Al Razi (Rhazes), Abu Bakr Mohammad Ibn Zakariya al-Razi (865 AD-925 AD) was a physician, philosopher and alchemist, all at the same time. In the Latin world he was known as Rhazes, the physician. Â He was unique in the annals of Muslim thinkers of his time in view of the fact that he was a naturalist and emphasized and practiced empirical observation in the field of chemistry and medicine, as well as philosophy. Â He was born in Iran, in the city of Rayey where, later he became the director of the hospital. He also held similar position in the much larger and famous hospital in Baghdad, Iraq. His medical book Â Mansuri, dedicated to Governor Al Mansur of Rayey, his medical observation edited in 25 volumes as al Hawi fil Tib, and the Â Kitab al ami al Kabir (Great Medical Compendium) represented authority on the prevailing medical sciences and were translated in different languages. His observations on stones in gall bladder and kidney as well as measles and small pox were the final words at the time. No doubt, he drew heavily on the preexisting pool of medical knowledge of the Greeks such as those of Galen, Hippocrates and others. His critical and independent observations, sometimes, differed from the old Mastersâ€™.
As a philosopher, he was a complete outsider primarily because he brought the same logical approach to understanding the realities of things. Because of his intense logical thinking he was not inclined to believe in the prophetic revelations and the Holy Scriptures such as the Quran or the Bible. He considered Prophets as self appointed representative of God who spread bigotry and intolerance in the world resulting in wars and bloodshed. He did believe in God though, but was considered a heretic all the same. Razi did not believe that God created the Universe out of nothing. He thought that there were five eternal components â€“ God, soul, matter, time and place, against the prevalent view of eternity assigned to God alone. It is astonishing however to note that al Razi was allowed the freedom of speech without being persecuted particularly in view of the religious intolerance that we find in the contemporary Muslim world.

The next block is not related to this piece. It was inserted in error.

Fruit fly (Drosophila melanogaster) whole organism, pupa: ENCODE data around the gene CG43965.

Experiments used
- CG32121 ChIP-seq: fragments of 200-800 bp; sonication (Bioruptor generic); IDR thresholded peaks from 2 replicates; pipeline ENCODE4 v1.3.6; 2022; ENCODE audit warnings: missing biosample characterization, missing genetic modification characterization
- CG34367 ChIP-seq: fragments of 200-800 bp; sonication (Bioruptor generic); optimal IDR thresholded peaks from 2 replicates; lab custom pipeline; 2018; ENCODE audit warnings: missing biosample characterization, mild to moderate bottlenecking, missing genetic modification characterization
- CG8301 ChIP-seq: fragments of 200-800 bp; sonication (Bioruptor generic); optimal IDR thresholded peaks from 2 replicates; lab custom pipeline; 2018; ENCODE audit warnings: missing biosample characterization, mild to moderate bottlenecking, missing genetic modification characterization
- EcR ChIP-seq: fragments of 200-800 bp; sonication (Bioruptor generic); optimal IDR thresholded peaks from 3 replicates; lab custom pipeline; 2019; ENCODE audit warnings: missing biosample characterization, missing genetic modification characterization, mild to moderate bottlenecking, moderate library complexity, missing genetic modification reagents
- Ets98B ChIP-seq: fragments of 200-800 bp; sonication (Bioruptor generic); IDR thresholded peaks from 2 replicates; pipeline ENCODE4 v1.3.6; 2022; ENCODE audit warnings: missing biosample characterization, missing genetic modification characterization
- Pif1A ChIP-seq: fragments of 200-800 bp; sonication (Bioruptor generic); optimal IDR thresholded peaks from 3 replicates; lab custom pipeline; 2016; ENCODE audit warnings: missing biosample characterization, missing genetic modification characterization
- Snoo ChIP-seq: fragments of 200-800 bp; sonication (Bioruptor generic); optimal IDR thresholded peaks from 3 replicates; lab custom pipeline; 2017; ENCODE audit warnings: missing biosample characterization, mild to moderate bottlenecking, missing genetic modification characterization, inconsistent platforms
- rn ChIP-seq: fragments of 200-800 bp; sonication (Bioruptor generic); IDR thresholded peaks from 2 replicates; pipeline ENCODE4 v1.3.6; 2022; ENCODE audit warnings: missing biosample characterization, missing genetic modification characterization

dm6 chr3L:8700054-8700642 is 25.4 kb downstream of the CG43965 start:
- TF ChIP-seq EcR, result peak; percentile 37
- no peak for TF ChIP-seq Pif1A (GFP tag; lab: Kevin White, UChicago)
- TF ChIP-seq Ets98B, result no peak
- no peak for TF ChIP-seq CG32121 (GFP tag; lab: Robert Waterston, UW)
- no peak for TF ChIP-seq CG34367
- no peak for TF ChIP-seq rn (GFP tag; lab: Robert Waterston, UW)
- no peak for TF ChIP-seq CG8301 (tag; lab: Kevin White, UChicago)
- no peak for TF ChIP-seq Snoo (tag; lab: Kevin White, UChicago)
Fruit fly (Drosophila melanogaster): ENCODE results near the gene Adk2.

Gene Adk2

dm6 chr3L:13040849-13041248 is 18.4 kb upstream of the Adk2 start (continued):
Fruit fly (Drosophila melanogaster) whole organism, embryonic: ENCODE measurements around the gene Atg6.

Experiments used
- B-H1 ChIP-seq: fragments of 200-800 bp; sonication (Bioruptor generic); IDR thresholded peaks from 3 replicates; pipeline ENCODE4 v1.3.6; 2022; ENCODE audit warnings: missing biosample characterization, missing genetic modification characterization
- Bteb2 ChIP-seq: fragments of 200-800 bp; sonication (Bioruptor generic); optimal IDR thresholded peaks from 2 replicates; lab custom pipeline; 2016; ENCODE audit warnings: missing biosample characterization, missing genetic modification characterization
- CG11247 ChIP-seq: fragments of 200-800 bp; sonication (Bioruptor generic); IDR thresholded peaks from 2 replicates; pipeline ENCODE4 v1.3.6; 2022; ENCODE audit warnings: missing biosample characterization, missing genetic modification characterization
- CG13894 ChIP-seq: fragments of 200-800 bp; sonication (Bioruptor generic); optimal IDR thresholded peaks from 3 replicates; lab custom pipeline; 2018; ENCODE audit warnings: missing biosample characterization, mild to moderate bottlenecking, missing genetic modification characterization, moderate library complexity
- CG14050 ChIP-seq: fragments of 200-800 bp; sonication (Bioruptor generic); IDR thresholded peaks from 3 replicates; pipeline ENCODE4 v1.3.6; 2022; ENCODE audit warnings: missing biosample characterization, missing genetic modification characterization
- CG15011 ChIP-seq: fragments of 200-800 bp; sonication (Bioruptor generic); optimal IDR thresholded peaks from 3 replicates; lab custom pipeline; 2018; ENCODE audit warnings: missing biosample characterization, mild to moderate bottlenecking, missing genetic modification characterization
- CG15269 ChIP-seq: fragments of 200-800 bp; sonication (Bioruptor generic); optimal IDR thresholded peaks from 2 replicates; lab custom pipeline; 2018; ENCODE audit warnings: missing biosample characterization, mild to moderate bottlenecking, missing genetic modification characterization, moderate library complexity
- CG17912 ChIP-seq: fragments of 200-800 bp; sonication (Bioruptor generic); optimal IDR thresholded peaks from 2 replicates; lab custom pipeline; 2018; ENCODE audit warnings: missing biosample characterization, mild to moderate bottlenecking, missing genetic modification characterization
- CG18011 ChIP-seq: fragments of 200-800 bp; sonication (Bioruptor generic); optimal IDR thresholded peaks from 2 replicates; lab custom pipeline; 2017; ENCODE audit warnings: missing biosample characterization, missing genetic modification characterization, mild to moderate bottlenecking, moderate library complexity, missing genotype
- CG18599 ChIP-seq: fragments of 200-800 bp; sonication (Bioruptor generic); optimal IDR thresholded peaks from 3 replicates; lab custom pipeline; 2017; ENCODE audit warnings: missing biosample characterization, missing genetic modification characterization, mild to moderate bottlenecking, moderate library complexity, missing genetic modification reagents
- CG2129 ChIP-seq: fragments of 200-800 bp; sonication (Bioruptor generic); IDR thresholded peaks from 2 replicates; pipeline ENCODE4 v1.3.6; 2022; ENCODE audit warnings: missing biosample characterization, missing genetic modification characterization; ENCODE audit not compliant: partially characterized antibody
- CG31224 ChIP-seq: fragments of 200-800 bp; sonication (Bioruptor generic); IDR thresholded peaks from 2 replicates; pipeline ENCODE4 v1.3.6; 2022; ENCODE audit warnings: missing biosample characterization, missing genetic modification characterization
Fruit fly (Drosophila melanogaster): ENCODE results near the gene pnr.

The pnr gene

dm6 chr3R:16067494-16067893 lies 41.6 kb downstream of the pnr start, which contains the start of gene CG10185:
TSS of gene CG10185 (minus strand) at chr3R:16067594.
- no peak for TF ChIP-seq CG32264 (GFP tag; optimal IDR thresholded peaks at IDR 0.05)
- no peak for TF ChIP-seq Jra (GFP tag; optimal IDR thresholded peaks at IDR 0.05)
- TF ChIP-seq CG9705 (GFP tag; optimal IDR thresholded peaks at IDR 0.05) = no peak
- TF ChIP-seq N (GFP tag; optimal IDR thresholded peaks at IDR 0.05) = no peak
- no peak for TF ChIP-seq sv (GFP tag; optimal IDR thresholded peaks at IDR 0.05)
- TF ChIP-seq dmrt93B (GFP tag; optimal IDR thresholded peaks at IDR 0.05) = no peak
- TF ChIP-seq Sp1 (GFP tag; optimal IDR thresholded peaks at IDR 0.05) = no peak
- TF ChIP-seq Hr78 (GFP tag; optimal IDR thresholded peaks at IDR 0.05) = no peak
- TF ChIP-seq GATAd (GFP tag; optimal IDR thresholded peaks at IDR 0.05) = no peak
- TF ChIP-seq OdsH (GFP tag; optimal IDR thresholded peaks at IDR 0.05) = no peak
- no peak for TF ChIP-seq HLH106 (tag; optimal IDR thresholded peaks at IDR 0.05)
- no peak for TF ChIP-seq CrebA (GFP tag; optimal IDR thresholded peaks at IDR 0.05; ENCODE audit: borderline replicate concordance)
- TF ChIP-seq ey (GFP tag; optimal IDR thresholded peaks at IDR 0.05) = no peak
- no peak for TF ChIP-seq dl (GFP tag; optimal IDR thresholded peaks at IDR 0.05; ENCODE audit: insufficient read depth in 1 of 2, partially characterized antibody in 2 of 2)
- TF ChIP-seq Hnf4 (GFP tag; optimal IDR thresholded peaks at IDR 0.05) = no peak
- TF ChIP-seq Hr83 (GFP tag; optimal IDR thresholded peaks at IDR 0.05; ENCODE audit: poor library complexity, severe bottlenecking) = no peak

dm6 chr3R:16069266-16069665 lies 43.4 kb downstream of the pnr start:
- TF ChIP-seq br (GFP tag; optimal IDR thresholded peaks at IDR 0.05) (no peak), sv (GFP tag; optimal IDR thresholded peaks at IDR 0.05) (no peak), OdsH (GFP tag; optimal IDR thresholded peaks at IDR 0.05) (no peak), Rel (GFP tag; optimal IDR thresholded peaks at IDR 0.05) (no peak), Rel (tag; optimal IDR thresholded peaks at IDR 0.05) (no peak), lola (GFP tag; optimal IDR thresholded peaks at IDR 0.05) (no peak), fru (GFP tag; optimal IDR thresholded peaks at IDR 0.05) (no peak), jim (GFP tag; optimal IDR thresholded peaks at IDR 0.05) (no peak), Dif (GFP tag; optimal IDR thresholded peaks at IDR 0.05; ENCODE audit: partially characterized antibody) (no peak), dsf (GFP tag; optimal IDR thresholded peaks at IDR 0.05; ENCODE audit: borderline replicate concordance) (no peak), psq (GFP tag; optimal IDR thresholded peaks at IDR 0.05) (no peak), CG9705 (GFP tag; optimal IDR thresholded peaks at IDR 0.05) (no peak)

Ibne Sina, AbÅ« Ê¿AlÄ« al-á¸¤usayn ibne Ê¿Abd AllÄh ibne Al-Hasan ibne Ali ibne SÄ«nÄÂ (August. 980Â â€“ June 1037 AD), of Persian heritage, known as Avicenna in the Latin world, was a shining polymath during the golden age of Muslim scholarship. He is known to have written more than 400 books on diverse subjects including medicine, philosophy. Islamic theology, psychology. Logic, chemistry, physics, etc. His traditions in medicine and philosophy proved to be more enduring. His book, The Cannon of Medicine remained as a prescribed text book on medicine in many of the European Universities as late as 1650 AD. The Book of Healing is a voluminous encyclopedia on philosophical and scientific discourses.